Wapi, since honored as Chile’s champion three-year-old filly, has been purchased by Glen Hill Farm and Hill ‘n’ Dale. Glen Hill’s Craig Bernick has tweeted photos of Wapi looking fine as she soaks up the Florida sun.

In Wapi’s absence, Kitcat emerged from her shadow. She reunited with jockey Gonzalo Ulloa, who’d chosen Wapi in the Derby and Oaks. Returning stronger, and perhaps a bit more filled out, in the second half, Kitcat reeled off a four-race winning spree.

Up in time in her comeback, despite appearing to have left it late, Kitcat next rallied off a torrid pace in the Premio Geoffrey Bushell. Note her final time for the metric mile at Santiago -- 1:30.50, a record according to Turf Diario.


Kitcat encountered a slow pace in the about 1 1/8-mile Carlos Campino (G2), and as a result pulled for her head at the rear. That might have cost her earlier in the season. But now, she still mowed them down handily.


Trying about 1 1/4 miles again in the Premio Club Hipico de Santiago (G1), a new “Win and You’re In” event for 2016, Kitcat showed just how much she’d improved by defeating older males. She initially hustled to chase, then eased back as the front runner sped away far too fast, and launched her challenge in the stretch. Kitcat dug deep to knock off defending champion El Bromista, denying him the Breeders’ Cup Mile berth by a half-length in a final time of 1:56.91.


Kitcat arrived in Southern California early enough to get a local prep in the October 8 Swingtime at a mile. Racing well within herself stalking Curlin’s Fox through quick fractions, she kept on doggedly to finish a clear second.


It goes without saying that Kitcat will need to step up off this promising U.S. debut. Yet she probably has more latitude to build upon this solid, even type of effort than, say, Sobradora Inc., who may have run too well when taking her premiere in the Osunitas. The Argentinean regressed in her two subsequent outings.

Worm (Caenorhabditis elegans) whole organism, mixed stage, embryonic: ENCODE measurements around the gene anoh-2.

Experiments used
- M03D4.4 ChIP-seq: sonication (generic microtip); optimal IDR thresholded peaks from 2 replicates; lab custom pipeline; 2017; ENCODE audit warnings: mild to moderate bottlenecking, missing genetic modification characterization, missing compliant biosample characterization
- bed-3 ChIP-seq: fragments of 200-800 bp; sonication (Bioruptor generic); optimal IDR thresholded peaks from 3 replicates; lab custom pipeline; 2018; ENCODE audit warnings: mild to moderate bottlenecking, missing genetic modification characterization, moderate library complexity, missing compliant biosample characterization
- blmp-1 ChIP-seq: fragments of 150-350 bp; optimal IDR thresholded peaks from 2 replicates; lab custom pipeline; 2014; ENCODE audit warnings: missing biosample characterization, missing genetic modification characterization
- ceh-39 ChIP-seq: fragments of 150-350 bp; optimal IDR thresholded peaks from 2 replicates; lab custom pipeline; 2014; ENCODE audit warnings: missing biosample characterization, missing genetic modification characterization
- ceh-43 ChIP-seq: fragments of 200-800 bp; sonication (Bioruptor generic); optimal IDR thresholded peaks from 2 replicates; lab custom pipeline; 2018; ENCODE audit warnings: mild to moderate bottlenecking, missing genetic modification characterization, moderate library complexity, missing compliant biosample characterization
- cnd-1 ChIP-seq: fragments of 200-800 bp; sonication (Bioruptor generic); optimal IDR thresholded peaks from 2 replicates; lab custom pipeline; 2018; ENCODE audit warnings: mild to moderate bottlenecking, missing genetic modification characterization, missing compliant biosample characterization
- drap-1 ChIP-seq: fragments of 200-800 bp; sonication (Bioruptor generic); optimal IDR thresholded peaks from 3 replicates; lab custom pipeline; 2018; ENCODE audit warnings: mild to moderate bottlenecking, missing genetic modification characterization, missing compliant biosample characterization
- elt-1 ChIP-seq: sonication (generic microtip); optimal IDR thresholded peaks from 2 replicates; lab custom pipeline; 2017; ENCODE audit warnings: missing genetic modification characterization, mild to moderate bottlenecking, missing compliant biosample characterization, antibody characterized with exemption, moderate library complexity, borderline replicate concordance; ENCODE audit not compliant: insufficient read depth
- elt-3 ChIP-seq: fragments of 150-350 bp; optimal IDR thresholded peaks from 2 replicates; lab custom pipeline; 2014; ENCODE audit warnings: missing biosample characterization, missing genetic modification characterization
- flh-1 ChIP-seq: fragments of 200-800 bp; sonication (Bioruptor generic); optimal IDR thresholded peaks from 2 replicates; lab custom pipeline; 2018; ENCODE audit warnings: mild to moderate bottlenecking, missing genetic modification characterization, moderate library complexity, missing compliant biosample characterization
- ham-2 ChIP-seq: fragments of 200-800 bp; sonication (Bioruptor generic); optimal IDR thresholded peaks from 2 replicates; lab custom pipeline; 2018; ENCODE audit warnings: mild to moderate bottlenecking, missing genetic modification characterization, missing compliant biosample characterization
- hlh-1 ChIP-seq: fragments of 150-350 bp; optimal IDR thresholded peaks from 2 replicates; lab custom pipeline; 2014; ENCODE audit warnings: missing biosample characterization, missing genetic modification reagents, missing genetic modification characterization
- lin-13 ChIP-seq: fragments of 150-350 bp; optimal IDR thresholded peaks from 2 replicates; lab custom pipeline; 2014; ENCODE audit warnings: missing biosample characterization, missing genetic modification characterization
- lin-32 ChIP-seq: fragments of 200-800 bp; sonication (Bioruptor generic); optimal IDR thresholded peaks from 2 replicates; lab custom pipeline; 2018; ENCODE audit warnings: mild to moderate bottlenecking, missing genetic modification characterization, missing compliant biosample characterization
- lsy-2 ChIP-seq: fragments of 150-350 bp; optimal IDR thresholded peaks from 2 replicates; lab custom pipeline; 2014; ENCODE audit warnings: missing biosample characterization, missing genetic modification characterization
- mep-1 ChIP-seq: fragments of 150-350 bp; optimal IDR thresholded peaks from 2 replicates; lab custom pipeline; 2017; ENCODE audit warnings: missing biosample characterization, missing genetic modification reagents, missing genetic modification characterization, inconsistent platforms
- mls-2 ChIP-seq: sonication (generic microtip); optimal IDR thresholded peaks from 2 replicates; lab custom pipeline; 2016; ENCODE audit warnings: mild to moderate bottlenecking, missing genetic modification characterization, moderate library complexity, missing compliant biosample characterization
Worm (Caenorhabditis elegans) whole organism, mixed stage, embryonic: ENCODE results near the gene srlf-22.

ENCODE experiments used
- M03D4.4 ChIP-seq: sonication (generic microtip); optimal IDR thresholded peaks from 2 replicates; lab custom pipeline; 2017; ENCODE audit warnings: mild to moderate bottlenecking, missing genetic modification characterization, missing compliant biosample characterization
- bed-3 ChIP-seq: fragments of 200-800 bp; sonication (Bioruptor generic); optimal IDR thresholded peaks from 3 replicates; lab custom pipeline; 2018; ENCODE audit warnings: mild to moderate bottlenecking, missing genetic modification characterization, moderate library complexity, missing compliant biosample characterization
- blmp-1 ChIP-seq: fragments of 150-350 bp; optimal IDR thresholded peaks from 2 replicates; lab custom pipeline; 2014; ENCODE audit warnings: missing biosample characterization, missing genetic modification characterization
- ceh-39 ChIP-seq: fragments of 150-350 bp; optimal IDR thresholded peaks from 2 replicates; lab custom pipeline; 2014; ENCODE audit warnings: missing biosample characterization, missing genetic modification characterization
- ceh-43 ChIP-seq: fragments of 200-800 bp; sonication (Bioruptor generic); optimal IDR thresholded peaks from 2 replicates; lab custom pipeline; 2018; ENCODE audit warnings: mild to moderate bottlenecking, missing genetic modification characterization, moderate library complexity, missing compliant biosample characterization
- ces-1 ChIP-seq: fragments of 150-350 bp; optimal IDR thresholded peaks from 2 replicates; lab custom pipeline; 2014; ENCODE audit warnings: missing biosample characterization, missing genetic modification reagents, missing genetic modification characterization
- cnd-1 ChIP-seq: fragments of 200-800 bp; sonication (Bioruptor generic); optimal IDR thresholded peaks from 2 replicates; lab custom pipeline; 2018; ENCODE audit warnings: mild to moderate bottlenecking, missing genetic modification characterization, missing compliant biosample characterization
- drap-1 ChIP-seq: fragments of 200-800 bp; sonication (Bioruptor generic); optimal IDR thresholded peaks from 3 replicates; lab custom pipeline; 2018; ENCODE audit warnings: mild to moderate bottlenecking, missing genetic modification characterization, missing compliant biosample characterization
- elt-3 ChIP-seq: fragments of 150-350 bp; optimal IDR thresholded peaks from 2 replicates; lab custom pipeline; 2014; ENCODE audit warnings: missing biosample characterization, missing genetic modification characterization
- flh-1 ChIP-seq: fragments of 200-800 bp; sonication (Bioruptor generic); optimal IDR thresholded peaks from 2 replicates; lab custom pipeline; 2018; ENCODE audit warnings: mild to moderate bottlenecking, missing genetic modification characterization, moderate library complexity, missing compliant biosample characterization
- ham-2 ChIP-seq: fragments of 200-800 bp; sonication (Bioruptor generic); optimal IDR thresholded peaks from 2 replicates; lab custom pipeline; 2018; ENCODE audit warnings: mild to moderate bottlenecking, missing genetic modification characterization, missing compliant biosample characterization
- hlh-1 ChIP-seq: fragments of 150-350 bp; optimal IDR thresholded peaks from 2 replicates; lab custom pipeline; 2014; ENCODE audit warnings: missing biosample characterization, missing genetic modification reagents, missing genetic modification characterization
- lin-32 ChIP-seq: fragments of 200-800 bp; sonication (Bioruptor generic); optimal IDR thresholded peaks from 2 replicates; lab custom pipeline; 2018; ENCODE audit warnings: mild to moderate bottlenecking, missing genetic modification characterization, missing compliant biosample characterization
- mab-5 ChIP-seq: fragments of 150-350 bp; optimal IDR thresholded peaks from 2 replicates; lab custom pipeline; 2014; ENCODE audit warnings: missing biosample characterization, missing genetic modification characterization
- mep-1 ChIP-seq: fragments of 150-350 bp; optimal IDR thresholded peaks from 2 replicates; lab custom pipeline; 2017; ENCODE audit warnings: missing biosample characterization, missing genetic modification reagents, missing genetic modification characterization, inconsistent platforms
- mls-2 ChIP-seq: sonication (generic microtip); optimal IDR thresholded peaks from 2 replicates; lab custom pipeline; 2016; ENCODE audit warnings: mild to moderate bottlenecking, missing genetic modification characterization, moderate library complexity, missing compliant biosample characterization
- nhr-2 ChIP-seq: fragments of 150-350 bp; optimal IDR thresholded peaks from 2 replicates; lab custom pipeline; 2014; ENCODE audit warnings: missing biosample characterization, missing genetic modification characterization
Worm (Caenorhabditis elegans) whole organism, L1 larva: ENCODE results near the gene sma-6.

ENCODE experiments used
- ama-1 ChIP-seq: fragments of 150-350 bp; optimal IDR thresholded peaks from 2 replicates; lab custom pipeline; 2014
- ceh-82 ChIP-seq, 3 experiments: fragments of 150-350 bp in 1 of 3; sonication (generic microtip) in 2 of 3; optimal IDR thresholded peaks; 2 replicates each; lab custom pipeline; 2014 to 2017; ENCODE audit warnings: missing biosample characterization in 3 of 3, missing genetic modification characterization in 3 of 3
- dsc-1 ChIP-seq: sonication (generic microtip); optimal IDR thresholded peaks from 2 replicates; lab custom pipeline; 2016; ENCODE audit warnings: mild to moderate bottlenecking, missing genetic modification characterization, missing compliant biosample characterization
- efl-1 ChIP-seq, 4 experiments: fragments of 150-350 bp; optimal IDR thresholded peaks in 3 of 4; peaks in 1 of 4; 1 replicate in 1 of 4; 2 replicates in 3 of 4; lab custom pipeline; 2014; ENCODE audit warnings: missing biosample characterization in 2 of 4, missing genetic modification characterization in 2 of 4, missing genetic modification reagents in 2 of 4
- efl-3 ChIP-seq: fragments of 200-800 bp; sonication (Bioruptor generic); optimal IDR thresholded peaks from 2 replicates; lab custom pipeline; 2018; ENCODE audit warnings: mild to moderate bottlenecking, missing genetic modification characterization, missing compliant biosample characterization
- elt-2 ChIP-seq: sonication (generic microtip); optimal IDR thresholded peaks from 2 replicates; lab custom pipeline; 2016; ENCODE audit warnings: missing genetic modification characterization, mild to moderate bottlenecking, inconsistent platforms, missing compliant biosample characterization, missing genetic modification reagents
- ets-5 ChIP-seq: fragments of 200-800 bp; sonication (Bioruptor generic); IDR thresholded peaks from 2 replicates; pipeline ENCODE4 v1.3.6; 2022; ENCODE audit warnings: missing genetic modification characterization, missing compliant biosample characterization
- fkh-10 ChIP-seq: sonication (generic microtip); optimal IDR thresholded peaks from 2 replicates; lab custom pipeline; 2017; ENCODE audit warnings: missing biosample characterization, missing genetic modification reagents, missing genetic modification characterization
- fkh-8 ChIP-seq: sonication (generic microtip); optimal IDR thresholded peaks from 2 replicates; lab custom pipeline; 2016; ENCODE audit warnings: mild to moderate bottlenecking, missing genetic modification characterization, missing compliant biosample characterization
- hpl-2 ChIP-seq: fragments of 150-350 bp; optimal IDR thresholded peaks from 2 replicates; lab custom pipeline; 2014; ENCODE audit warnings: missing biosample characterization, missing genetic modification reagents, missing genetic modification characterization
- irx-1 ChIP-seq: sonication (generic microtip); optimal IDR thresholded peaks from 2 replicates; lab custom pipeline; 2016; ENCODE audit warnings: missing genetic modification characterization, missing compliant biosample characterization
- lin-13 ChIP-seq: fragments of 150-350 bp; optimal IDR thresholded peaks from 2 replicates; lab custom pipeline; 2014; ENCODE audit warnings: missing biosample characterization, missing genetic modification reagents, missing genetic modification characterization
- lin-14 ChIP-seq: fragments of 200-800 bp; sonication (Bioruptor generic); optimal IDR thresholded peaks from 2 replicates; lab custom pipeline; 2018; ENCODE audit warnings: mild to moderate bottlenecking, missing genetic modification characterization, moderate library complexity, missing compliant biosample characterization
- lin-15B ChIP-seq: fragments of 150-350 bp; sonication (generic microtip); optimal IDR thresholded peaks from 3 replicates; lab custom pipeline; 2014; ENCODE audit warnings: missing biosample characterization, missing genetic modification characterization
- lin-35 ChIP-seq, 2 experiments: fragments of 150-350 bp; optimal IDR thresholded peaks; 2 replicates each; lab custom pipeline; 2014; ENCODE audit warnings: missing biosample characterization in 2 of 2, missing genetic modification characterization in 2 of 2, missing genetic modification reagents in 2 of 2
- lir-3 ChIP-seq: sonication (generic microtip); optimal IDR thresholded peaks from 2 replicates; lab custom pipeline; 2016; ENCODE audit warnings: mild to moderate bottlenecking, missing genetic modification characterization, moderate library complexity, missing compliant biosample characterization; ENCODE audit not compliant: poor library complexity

Sebastian Silva, who’s overseeing Kitcat’s preparation for trainer Juan Silva, may have deliberately left a little more to work on. Indeed, Kitcat’s come right back firing in the morning. Exactly a week after the Swingtime, she was given a “breezing” designation by the usually stingy clockers for her three-furlong move in :36. She didn’t miss a beat the next week either, turning a half-mile in :47.40 October 22. She's apparently enjoying the hospitality of Neil Drysdale's barn.

Having captured a “Win and You’re In” for the Mile, Kitcat was expected to target that race. Hence the Breeders’ Cup pre-entries served up a plot twist when she was cross-entered, and listed as her first preference, the Filly & Mare Turf (G1). She’s proven over both trips, and a strong pace is on tap for both races. The Filly & Mare Turf would let her stay in her own division rather than facing males, but it’s not exactly a softer option.

The Breeders’ Cup is by far the biggest challenge of her career, and on paper, she’s got something to prove. But as a classy, genuine filly who revels in a fast pace, she’ll get her preferred scenario, and that makes her an intriguing exotics candidate at a price.

Kitcat (right) courtesy of Club Hipico de Santiago via Twitter